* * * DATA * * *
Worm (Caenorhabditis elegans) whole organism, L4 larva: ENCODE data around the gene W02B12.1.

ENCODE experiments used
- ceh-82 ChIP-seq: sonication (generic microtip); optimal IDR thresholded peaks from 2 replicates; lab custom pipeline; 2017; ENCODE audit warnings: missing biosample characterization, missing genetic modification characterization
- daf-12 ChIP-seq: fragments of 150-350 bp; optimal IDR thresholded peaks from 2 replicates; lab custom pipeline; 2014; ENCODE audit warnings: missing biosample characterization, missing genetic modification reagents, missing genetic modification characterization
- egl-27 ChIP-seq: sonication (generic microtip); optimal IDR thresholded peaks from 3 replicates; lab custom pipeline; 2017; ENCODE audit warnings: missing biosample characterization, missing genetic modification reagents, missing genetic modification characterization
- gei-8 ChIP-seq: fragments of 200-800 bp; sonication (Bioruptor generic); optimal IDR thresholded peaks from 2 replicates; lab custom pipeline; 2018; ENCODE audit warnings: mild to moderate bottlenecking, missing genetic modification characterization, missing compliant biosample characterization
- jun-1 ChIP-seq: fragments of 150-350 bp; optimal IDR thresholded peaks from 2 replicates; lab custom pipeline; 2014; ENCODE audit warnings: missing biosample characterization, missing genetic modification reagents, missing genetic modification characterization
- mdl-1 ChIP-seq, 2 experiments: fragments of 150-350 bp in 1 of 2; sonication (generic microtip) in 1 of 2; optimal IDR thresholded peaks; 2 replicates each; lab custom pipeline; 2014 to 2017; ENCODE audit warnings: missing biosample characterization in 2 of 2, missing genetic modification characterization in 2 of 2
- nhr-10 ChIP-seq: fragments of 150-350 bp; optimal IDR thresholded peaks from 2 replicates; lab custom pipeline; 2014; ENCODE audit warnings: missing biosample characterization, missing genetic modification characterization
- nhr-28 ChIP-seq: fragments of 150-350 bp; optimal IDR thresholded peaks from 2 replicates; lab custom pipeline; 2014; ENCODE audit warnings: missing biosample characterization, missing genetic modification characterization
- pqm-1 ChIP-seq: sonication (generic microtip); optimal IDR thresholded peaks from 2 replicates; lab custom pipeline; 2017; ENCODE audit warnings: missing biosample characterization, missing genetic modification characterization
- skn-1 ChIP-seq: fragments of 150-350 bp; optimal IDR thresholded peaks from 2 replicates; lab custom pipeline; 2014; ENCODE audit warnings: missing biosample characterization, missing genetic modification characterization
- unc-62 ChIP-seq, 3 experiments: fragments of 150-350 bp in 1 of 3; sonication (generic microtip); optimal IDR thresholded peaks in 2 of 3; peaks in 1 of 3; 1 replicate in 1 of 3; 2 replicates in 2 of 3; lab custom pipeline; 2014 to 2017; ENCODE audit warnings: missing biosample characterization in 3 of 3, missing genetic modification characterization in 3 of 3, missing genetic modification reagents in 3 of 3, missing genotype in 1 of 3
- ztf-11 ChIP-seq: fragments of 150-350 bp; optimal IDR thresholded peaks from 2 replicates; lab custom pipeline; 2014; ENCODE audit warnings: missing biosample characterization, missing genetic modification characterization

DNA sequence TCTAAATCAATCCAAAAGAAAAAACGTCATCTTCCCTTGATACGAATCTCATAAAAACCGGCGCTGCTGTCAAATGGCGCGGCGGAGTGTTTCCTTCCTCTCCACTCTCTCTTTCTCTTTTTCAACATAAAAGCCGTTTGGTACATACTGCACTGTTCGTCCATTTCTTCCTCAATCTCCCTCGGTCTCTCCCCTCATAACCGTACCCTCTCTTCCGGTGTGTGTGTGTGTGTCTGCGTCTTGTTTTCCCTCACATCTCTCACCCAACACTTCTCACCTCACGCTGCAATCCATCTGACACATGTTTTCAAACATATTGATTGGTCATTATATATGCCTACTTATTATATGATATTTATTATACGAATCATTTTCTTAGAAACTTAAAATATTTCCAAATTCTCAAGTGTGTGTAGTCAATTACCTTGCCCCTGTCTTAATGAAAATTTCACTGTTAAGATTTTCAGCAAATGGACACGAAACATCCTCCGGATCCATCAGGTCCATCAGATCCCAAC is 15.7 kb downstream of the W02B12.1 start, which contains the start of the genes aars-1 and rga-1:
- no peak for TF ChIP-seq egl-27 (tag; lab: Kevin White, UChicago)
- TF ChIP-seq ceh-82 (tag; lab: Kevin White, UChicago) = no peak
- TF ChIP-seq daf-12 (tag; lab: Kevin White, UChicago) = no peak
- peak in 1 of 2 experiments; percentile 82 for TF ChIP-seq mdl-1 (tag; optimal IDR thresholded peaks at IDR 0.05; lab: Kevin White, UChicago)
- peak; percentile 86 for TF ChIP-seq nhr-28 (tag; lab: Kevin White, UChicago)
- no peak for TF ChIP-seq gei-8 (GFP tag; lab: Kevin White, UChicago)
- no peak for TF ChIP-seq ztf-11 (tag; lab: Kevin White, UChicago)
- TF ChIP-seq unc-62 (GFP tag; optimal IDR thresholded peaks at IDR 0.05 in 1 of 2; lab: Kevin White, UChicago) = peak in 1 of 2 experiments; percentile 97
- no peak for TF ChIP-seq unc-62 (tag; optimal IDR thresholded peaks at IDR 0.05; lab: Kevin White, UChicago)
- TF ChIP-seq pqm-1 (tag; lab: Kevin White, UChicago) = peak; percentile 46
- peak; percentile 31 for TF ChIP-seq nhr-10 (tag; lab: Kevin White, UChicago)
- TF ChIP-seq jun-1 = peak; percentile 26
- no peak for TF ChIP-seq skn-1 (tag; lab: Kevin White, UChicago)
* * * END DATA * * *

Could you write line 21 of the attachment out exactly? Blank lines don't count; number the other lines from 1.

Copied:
- no peak for TF ChIP-seq gei-8 (GFP tag; lab: Kevin White, UChicago)